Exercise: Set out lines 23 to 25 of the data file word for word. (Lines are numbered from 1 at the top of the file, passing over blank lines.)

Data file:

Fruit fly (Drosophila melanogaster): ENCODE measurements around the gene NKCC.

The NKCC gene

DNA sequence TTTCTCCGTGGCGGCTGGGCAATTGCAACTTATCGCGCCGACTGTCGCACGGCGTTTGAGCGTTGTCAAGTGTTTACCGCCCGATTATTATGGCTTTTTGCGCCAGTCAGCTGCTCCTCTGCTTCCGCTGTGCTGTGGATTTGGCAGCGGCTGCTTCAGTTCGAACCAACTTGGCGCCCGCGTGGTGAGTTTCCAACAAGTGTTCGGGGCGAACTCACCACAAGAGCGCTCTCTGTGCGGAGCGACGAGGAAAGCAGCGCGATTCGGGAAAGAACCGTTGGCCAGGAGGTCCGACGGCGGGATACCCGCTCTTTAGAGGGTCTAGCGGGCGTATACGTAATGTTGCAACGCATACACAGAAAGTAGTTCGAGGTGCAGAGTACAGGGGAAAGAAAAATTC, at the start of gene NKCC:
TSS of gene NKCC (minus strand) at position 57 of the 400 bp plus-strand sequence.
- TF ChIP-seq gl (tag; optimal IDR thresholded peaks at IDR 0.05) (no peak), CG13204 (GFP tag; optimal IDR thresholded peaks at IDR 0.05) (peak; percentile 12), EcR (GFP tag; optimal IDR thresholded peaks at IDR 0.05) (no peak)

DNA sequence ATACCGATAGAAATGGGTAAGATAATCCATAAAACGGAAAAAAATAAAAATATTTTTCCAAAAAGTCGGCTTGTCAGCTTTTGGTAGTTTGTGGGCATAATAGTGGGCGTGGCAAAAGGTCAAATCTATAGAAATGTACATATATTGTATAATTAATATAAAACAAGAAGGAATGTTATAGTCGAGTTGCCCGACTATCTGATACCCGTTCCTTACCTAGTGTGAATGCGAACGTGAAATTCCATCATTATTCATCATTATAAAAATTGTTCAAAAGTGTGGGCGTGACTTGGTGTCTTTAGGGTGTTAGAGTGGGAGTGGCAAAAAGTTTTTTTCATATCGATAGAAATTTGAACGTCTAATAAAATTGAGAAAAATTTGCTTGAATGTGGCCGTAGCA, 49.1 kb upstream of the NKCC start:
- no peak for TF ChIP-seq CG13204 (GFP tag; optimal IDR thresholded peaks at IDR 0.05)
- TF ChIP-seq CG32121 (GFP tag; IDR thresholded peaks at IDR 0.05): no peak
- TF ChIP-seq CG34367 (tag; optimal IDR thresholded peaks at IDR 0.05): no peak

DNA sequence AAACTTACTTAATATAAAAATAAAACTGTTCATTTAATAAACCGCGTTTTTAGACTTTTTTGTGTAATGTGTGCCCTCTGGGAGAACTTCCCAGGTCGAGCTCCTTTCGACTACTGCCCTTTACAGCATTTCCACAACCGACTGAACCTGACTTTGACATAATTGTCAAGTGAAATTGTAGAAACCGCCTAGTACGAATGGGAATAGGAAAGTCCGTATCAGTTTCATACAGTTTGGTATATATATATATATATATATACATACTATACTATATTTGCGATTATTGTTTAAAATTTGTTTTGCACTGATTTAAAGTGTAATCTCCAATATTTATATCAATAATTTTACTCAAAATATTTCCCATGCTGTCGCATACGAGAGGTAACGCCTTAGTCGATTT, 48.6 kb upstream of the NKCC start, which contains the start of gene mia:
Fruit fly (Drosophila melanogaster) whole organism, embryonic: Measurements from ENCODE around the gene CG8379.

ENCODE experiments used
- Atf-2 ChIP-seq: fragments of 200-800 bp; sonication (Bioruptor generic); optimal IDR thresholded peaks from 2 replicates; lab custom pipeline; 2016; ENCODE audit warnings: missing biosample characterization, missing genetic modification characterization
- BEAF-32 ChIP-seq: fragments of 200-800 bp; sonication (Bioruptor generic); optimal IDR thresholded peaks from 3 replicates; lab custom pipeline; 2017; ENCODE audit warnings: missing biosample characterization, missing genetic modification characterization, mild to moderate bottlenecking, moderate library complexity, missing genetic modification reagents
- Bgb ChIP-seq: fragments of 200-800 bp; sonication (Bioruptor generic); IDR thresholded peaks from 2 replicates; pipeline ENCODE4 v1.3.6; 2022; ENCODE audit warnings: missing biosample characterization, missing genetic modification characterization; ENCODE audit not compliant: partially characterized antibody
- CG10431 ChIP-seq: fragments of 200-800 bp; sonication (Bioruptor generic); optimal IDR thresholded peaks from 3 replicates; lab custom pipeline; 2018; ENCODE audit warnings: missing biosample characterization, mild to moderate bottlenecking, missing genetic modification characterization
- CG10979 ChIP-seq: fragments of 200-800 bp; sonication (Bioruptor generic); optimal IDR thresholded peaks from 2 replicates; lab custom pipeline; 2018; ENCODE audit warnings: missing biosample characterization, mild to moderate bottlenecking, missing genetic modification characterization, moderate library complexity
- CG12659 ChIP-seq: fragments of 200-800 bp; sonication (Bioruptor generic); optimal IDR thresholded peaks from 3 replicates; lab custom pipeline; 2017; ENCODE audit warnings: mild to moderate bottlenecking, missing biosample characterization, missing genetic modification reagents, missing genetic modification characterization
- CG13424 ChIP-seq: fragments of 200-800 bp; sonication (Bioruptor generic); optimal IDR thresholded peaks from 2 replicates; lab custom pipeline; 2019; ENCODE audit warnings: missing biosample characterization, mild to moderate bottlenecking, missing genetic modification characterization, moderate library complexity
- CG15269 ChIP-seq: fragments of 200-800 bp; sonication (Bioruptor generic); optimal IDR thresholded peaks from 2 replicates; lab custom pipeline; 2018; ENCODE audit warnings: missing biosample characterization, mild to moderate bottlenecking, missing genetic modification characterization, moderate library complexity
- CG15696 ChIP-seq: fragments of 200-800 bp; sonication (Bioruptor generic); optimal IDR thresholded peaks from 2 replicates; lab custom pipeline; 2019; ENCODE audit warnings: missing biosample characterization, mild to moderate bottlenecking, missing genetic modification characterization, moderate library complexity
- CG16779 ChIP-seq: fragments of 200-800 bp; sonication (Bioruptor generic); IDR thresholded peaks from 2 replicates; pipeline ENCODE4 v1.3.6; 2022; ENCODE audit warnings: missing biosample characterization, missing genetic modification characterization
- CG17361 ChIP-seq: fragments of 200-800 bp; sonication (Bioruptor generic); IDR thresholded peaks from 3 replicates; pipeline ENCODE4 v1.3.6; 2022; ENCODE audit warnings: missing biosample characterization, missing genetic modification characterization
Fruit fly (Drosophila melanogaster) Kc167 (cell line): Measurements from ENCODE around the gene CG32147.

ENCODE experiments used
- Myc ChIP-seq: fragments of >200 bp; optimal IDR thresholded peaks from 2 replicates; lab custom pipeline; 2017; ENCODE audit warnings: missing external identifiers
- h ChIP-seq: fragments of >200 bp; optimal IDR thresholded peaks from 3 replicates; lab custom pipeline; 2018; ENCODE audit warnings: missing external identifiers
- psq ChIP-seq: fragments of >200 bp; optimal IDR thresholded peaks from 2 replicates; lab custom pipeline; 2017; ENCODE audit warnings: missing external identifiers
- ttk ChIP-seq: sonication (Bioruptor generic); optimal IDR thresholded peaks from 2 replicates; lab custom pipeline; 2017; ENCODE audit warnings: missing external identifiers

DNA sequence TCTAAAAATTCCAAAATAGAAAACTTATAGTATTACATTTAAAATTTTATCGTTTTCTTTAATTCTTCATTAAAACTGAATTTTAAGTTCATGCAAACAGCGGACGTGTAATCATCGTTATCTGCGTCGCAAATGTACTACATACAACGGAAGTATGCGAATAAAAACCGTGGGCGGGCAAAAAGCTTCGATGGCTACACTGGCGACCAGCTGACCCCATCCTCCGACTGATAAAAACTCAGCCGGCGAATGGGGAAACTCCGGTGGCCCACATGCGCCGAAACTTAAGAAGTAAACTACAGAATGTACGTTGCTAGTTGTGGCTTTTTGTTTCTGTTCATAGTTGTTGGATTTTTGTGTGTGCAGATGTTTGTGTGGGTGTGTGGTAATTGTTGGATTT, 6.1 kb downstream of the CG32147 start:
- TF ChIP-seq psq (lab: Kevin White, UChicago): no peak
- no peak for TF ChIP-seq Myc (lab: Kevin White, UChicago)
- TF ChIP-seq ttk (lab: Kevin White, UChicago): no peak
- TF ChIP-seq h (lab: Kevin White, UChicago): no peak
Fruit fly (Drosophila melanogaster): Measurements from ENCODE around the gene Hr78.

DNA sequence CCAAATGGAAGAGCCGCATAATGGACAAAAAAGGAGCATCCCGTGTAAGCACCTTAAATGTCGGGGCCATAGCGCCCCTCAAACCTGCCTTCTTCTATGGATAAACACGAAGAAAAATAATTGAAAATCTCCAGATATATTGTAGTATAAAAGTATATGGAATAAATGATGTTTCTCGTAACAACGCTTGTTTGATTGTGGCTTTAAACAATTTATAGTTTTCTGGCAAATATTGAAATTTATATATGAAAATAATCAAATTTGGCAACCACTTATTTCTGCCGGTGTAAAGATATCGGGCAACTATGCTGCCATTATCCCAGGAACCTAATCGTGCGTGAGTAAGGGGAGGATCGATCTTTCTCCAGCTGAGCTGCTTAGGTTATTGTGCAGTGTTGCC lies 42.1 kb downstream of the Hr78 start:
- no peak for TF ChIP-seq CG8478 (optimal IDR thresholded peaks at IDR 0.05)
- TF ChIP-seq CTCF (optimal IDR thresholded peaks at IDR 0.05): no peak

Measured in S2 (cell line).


- CG17361 ChIP-seq: fragments of 200-800 bp; sonication (Bioruptor generic); IDR thresholded peaks from 3 replicates; pipeline ENCODE4 v1.3.6; 2022; ENCODE audit warnings: missing biosample characterization, missing genetic modification characterization
Fruit fly (Drosophila melanogaster) Kc167 (cell line): Measurements from ENCODE around the gene CG32147.

ENCODE experiments used